This new treatment may improve survival of pancreatic cancer

In a new study, researchers found that FOLFIRINOX, a new combination of cancer drugs, may improve outcomes in people with pancreatic cancer.

The research was conducted by a team from West Virginia University.

Pancreatic cancer is one of the deadliest types of cancer in the world.

According to the American Cancer Society, more people may die from pancreatic cancer than from breast, brain, ovarian or prostate cancer this year.

One reason pancreatic cancer is so deadly is its resistance to traditional chemotherapy.

In the new study, the team focused on a type of pancreatic cancer in which a tumor may be too close to a blood vessel to be removed safely.

Usually, chemotherapy is used to shrink the tumor off of the vein and change it from borderline resectable to resectable, or removable by surgery.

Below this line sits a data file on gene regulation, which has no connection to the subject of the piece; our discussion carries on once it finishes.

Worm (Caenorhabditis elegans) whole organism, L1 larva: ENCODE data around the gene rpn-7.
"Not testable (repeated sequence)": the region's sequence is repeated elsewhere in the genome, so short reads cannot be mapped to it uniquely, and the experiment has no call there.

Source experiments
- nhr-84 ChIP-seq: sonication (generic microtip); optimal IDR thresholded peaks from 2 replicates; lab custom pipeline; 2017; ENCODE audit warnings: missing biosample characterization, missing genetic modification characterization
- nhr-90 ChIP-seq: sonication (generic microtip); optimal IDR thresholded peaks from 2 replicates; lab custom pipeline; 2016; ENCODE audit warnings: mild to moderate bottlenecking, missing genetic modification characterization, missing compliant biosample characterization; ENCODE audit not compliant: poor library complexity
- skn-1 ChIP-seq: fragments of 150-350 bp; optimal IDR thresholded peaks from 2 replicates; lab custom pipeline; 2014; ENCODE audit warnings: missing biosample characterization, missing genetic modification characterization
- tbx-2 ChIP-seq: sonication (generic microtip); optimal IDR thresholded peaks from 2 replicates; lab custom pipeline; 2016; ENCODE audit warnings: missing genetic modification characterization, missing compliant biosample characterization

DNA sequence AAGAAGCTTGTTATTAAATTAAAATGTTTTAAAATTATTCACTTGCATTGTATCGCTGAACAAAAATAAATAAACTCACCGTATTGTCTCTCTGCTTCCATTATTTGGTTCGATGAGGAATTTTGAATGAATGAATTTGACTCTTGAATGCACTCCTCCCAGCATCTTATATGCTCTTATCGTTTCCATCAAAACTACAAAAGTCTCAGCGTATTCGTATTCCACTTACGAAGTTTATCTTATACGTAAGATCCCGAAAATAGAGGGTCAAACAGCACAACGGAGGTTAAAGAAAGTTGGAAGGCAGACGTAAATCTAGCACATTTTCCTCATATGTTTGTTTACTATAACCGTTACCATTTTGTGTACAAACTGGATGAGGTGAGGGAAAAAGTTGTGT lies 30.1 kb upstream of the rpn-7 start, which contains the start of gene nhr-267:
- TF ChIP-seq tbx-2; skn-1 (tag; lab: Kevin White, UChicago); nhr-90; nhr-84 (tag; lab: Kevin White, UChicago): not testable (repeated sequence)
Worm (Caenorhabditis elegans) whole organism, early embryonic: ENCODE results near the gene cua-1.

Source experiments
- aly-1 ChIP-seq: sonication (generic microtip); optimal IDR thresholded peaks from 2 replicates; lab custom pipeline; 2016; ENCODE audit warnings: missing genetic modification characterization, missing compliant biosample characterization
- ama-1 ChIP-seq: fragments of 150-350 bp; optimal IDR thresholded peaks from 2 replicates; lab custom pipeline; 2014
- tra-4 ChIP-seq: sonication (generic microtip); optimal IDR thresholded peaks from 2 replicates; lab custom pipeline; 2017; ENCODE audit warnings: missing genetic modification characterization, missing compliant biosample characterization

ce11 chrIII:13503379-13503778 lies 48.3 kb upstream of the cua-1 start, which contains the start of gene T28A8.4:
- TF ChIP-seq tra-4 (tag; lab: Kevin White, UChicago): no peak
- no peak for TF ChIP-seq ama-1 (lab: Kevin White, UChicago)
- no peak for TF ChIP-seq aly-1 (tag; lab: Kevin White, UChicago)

They ran a meta-analysis of 24 studies, which included 313 cases of borderline resectable pancreatic cancer that physicians treated with FOLFIRINOX.

They analyzed the patients’ overall survival rates and evaluated how frequently tumors shrank enough to be surgically removed.

The research found that FOLFIRINOX could prolong pancreatic cancer patients’ lives and made surgery possible in more cases.

More than two-thirds of the cancers included in the study responded well enough to FOLFIRINOX that they could be completely removed surgically.

The team believes the new treatment may greatly benefit pancreatic cancer patients.

Currently, they are pursuing studies that span the laboratories where scientists conduct basic-science experiments, the infusion rooms where patients receive treatment and the operating rooms where oncologists perform surgery.

One author of the study is surgical oncologist Brian Boone.

The study is published in JNCI: Journal of the National Cancer Institute.

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